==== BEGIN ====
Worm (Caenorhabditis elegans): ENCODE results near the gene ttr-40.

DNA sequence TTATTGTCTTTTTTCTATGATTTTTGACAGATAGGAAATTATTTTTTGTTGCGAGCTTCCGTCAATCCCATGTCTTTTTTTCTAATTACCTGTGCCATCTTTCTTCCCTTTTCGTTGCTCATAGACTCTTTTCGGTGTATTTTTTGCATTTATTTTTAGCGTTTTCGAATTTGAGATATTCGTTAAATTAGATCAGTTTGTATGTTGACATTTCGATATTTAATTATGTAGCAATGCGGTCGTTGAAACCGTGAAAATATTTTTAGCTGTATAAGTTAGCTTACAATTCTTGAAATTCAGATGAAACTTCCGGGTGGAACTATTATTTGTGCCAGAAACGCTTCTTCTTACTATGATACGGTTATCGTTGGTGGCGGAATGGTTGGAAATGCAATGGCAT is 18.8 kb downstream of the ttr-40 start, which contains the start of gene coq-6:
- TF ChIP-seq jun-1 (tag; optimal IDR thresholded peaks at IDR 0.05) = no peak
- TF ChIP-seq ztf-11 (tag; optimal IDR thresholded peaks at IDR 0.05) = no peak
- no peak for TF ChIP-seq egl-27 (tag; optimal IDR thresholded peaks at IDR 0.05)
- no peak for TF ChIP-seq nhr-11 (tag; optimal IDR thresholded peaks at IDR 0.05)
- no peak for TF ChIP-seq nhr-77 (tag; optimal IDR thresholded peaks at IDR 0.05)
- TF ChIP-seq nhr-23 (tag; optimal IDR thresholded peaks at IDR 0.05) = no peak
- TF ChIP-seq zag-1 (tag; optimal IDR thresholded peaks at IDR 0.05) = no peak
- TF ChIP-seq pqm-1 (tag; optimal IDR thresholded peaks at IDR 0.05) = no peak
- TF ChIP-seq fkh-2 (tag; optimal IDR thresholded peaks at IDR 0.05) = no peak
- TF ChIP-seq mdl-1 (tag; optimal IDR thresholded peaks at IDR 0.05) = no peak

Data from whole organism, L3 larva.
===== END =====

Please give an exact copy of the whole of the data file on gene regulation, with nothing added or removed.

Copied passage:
Worm (Caenorhabditis elegans): ENCODE results near the gene ttr-40.

DNA sequence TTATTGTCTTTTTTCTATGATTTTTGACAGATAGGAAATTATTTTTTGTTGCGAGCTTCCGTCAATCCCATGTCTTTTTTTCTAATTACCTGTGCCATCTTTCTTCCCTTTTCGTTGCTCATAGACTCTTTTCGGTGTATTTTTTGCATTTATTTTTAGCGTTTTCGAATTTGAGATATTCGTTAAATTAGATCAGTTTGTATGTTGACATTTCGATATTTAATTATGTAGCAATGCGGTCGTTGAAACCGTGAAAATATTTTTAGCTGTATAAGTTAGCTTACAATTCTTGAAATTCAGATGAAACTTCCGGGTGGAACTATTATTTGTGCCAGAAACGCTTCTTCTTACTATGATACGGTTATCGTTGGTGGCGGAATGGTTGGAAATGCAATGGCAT is 18.8 kb downstream of the ttr-40 start, which contains the start of gene coq-6:
- TF ChIP-seq jun-1 (tag; optimal IDR thresholded peaks at IDR 0.05) = no peak
- TF ChIP-seq ztf-11 (tag; optimal IDR thresholded peaks at IDR 0.05) = no peak
- no peak for TF ChIP-seq egl-27 (tag; optimal IDR thresholded peaks at IDR 0.05)
- no peak for TF ChIP-seq nhr-11 (tag; optimal IDR thresholded peaks at IDR 0.05)
- no peak for TF ChIP-seq nhr-77 (tag; optimal IDR thresholded peaks at IDR 0.05)
- TF ChIP-seq nhr-23 (tag; optimal IDR thresholded peaks at IDR 0.05) = no peak
- TF ChIP-seq zag-1 (tag; optimal IDR thresholded peaks at IDR 0.05) = no peak
- TF ChIP-seq pqm-1 (tag; optimal IDR thresholded peaks at IDR 0.05) = no peak
- TF ChIP-seq fkh-2 (tag; optimal IDR thresholded peaks at IDR 0.05) = no peak
- TF ChIP-seq mdl-1 (tag; optimal IDR thresholded peaks at IDR 0.05) = no peak

Data from whole organism, L3 larva.